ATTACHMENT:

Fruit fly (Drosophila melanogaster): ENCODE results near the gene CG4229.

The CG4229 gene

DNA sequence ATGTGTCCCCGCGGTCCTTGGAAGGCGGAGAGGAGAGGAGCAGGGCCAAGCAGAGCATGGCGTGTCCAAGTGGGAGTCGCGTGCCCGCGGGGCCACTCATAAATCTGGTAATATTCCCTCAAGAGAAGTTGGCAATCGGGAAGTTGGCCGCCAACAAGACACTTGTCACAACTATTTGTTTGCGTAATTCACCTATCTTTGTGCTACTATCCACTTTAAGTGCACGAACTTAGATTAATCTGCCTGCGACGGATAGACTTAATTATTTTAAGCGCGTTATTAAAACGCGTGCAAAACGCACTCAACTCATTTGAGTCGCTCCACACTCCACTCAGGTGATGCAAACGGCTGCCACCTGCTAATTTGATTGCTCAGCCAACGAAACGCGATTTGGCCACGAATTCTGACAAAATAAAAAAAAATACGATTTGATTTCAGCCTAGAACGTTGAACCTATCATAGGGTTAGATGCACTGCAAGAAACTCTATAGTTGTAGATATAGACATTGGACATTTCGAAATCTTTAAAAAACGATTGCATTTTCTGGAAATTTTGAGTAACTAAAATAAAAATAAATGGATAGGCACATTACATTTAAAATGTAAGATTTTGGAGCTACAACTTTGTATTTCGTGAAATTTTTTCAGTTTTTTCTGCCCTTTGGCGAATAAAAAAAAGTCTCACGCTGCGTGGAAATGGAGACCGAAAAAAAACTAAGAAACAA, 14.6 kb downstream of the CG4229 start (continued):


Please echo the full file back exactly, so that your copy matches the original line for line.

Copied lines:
Fruit fly (Drosophila melanogaster): ENCODE results near the gene CG4229.

The CG4229 gene

DNA sequence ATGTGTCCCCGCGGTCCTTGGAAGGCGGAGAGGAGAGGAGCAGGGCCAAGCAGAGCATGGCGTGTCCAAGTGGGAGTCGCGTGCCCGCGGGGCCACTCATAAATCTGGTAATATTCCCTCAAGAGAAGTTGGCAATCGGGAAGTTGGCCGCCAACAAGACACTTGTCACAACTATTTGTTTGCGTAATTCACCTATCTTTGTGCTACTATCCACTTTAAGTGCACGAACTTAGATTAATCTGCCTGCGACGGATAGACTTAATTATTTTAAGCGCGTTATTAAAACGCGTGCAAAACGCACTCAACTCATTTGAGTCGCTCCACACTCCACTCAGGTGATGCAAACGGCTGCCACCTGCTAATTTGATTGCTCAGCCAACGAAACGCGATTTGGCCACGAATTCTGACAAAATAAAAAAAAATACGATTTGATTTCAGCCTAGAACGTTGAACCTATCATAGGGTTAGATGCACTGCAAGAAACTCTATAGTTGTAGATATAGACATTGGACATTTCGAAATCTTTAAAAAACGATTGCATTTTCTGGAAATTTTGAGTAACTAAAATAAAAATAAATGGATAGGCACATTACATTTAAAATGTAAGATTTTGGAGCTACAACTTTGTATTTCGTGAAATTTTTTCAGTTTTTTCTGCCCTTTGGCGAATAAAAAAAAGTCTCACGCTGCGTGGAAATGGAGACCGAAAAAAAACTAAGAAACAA, 14.6 kb downstream of the CG4229 start (continued):